Editor’s note: The following is the 15th installment in the series centered on the disappearance of 21-year-old Veronica Blumhorst, who finished her shift at a Mendota, Illinois, grocery store Sept. 20, 1990, and hasn’t been seen since.
MENDOTA, Ill. – Most people who remember the Veronica Blumhorst case recall the theory that her 22-year-old boyfriend was responsible for her disappearance.
Those who weren’t around in 1990 but know of Veronica undoubtedly have heard the boyfriend theory, too. And while there’s been chatter about other “suspects” over the years, Hollywood tells us the boyfriend is always the No. 1 suspect. That was driven home in Veronica’s case when her current beau was brought in for questioning on Sept. 23, 1990, three days after Blumhorst disappeared, and a police report naming him a suspect was leaked to the public. But, from where did the boyfriend theory come?
It was during the initial interview Veronica’s 22-year-old boyfriend reportedly told Mendota Police Investigator John Pakenham that he may have “lost his mind” and hurt her because he thought she was pregnant. But he couldn’t recall if they argued or if he was even with her that night as an old head injury left him with memory problems.
Since the boyfriend’s odd comments, several questions have swirled over that initial interview. Did this 22-year-old kid voluntarily come to the police station alone and start incriminating himself in what is likely a homicide? Such things do happen in criminal cases, so it wouldn’t be completely out of the question. It would give an interviewing officer even more to go on if the subject mentioned something of note, for example, that his girlfriend may be pregnant.
Because the transcripts of the boyfriend’s interview have not been released, it is not known how a pregnancy became part of the conversation. Did the young man slip? Or was the interviewing officer fishing? According to transcripts of another interview, there’s a different answer.
On Sept. 22, 1990, the day before Veronica’s boyfriend was questioned by police, her family, along with friend Dennis Saam, contacted noted Illinois psychic Greta Alexander for help. Teams had already scoured the countryside looking for Veronica and found nothing. So the desperate family turned to Alexander’s connection to the spirit world.
Beginning at the Blumhorst garage a group that included Saam and Veronica’s boyfriend, piled into a van and called Alexander on a cell phone. With the psychic guiding them, the van proceeded out of Mendota to find the missing clerk.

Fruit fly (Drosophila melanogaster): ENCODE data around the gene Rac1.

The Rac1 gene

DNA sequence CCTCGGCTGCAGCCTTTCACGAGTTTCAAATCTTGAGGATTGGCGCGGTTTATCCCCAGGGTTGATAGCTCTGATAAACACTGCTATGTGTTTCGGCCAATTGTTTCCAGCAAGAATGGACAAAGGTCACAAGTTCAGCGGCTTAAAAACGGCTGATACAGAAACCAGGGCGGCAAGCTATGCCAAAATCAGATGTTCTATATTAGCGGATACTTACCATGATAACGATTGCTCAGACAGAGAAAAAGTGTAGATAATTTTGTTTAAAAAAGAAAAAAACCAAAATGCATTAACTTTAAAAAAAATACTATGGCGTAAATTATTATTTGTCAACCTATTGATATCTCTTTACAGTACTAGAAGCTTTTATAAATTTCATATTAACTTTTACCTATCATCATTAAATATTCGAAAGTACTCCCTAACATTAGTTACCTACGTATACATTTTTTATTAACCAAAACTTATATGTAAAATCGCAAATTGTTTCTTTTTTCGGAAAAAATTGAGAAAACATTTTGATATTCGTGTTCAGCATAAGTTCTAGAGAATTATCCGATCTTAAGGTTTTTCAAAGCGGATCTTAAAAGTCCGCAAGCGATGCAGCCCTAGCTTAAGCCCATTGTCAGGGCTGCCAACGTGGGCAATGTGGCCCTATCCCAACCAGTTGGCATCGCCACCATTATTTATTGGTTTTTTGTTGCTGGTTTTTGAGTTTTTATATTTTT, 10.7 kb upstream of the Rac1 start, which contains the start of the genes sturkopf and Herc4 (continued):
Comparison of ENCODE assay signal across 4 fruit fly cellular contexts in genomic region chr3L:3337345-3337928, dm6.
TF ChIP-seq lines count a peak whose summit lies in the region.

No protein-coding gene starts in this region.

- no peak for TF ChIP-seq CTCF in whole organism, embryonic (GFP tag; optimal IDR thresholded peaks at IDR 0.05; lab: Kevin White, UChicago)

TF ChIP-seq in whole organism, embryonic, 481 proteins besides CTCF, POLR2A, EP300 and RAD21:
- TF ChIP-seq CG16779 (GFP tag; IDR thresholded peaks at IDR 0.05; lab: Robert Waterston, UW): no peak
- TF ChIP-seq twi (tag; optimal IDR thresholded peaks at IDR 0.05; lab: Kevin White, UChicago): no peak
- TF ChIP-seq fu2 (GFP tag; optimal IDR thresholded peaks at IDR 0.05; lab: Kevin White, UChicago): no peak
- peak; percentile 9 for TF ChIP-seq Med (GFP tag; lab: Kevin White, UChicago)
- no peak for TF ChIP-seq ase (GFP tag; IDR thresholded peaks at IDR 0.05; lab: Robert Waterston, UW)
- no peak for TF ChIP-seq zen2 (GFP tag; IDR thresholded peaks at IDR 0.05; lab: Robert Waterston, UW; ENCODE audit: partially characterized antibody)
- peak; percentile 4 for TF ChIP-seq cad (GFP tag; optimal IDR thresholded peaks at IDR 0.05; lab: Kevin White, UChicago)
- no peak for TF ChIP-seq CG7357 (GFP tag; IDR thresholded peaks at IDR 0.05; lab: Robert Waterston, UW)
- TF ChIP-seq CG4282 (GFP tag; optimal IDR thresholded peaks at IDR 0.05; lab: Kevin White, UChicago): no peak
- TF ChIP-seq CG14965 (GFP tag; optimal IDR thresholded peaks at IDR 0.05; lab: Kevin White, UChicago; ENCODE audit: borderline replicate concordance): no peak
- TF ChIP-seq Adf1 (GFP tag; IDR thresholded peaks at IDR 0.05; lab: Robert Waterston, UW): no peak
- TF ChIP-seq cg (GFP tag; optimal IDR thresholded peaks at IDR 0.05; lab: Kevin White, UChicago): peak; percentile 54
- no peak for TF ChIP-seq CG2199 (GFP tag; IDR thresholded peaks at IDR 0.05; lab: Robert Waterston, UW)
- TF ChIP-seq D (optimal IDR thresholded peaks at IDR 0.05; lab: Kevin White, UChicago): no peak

The driver went where Alexander directed. When she said said to turn near a farm, the driver complied. When Greta said to find a wooded area, the van continued, passing a series of important clues. They drove by a silo, an abandoned house, and bridge, things the psychic said were leading them to Veronica.
Just as police would theorize, Alexander claimed Veronica drove home from work just after 1 a.m., Sept, 20, and parked her car. She was then approached by someone in another vehicle. She “didn’t take much with her,” the psychic noted in the transcript, when she got into a truck, or maybe a Bronco or a van, with someone she knew.
“Greta can see Veronica getting out of her car and saying, ‘What are you doing here?’ Saam, on the phone with Alexander, said. “The person says, ‘Come here, I have something to show you.” Veronica turns off the lights, shuts the garage door and gets in the vehicle with the person.”
The vehicle, according the Greta Alexander, took Veronica down a bumpy road near a lake and a ravine. She was 18 or 20 miles from home, she said.
There was also a fight. Veronica was pushed against a wall when the struggle began and punched in the face inside the vehicle. It was not an ordinary argument. It was about her health, possibly a baby, the transcript notes.
Alexander said Veronica was cold; her face, legs and side hurt. She was later face-down in the grass, dead. End of story? Not quite. Alexander’s involvement doesn’t end there. Her biggest contribution still awaited.
After chatting with Alexander about an abandoned house, Saam handed the phone to another person in the group, someone who would shape the case’s most popular theory–one Mendota Investigator John Pakenham.
“Greta told John that a Harry or a Larry are involved,” the transcript says.
Larry Psonak, a radio announcer with WGLC, is named as a witness in the police report. No one named Harry has ever been mentioned.
The transcript claims Pakenham spoke to the psychic during the Sept. 22 call, the day before he questioned Veronica’s boyfriend at the police station. The boyfriend spoke to the psychic, too. The transcript, compiled by Saam, claims the psychic asked him about an argument and a campground, things Greta previously mentioned to the group.
The transcript further claims Greta, in a private phone call to Saam, expressed her belief that Veronica’s boyfriend may be hiding something.
“He says he is cooperating but he’s not,” Alexander reportedly said. “His folks are really bewildered, they don’t know what’s going on. Whoever she went with was waiting for her to get off work.”
Following the boyfriend’s initial interview, police searched the property owned by his family. No signs of Veronica were ever found. A search at and around an area nature preserve where her brother, Todd Blumhorst, was certain she’d been buried, was also fruitless.
As of this report, nothing has ever been recovered that ties her boyfriend to a crime, especially one committed against Veronica on or our around Sept. 20, 1990. What seems to be solved, however, is a query about the origins of the boyfriend theory and the pregnancy postulation. Both seemed to have come from police and the construct of a crystal ball.
This article was originally published Jan. 21, 2020, in The Rock River Times. The FBI has since taken over the investigation into the disappearance of Veronica Blumhorst.